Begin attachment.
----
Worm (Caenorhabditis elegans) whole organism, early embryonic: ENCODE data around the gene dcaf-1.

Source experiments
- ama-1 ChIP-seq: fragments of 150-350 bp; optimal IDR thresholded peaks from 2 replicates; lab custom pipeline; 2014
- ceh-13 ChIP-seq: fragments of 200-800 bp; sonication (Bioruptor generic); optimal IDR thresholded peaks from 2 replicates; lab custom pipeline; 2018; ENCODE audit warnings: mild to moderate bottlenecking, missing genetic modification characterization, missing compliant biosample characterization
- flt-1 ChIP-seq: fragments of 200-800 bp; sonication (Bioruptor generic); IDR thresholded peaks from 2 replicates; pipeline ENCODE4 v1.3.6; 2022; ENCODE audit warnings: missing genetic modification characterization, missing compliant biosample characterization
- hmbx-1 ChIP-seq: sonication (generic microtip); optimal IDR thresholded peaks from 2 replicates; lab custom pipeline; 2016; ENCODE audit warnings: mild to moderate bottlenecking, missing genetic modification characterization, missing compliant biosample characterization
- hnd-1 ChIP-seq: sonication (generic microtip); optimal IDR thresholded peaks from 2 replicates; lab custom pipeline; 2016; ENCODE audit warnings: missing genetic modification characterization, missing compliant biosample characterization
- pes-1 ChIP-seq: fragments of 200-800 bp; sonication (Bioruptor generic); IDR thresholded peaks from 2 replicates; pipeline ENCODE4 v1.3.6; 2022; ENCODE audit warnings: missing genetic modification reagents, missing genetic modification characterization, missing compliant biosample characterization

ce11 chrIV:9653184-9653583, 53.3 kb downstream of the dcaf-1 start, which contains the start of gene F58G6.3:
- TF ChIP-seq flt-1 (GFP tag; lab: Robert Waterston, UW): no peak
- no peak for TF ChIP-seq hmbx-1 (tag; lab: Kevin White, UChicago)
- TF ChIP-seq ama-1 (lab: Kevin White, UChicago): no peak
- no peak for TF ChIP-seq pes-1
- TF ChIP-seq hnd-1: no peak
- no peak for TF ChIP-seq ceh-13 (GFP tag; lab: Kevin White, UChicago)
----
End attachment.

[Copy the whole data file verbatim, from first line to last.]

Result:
Worm (Caenorhabditis elegans) whole organism, early embryonic: ENCODE data around the gene dcaf-1.

Source experiments
- ama-1 ChIP-seq: fragments of 150-350 bp; optimal IDR thresholded peaks from 2 replicates; lab custom pipeline; 2014
- ceh-13 ChIP-seq: fragments of 200-800 bp; sonication (Bioruptor generic); optimal IDR thresholded peaks from 2 replicates; lab custom pipeline; 2018; ENCODE audit warnings: mild to moderate bottlenecking, missing genetic modification characterization, missing compliant biosample characterization
- flt-1 ChIP-seq: fragments of 200-800 bp; sonication (Bioruptor generic); IDR thresholded peaks from 2 replicates; pipeline ENCODE4 v1.3.6; 2022; ENCODE audit warnings: missing genetic modification characterization, missing compliant biosample characterization
- hmbx-1 ChIP-seq: sonication (generic microtip); optimal IDR thresholded peaks from 2 replicates; lab custom pipeline; 2016; ENCODE audit warnings: mild to moderate bottlenecking, missing genetic modification characterization, missing compliant biosample characterization
- hnd-1 ChIP-seq: sonication (generic microtip); optimal IDR thresholded peaks from 2 replicates; lab custom pipeline; 2016; ENCODE audit warnings: missing genetic modification characterization, missing compliant biosample characterization
- pes-1 ChIP-seq: fragments of 200-800 bp; sonication (Bioruptor generic); IDR thresholded peaks from 2 replicates; pipeline ENCODE4 v1.3.6; 2022; ENCODE audit warnings: missing genetic modification reagents, missing genetic modification characterization, missing compliant biosample characterization

ce11 chrIV:9653184-9653583, 53.3 kb downstream of the dcaf-1 start, which contains the start of gene F58G6.3:
- TF ChIP-seq flt-1 (GFP tag; lab: Robert Waterston, UW): no peak
- no peak for TF ChIP-seq hmbx-1 (tag; lab: Kevin White, UChicago)
- TF ChIP-seq ama-1 (lab: Kevin White, UChicago): no peak
- no peak for TF ChIP-seq pes-1
- TF ChIP-seq hnd-1: no peak
- no peak for TF ChIP-seq ceh-13 (GFP tag; lab: Kevin White, UChicago)